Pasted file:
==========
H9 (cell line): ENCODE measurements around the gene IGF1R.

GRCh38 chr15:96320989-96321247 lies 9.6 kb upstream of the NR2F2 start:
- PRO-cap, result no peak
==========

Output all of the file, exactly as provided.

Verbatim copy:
H9 (cell line): ENCODE measurements around the gene IGF1R.

GRCh38 chr15:96320989-96321247 lies 9.6 kb upstream of the NR2F2 start:
- PRO-cap, result no peak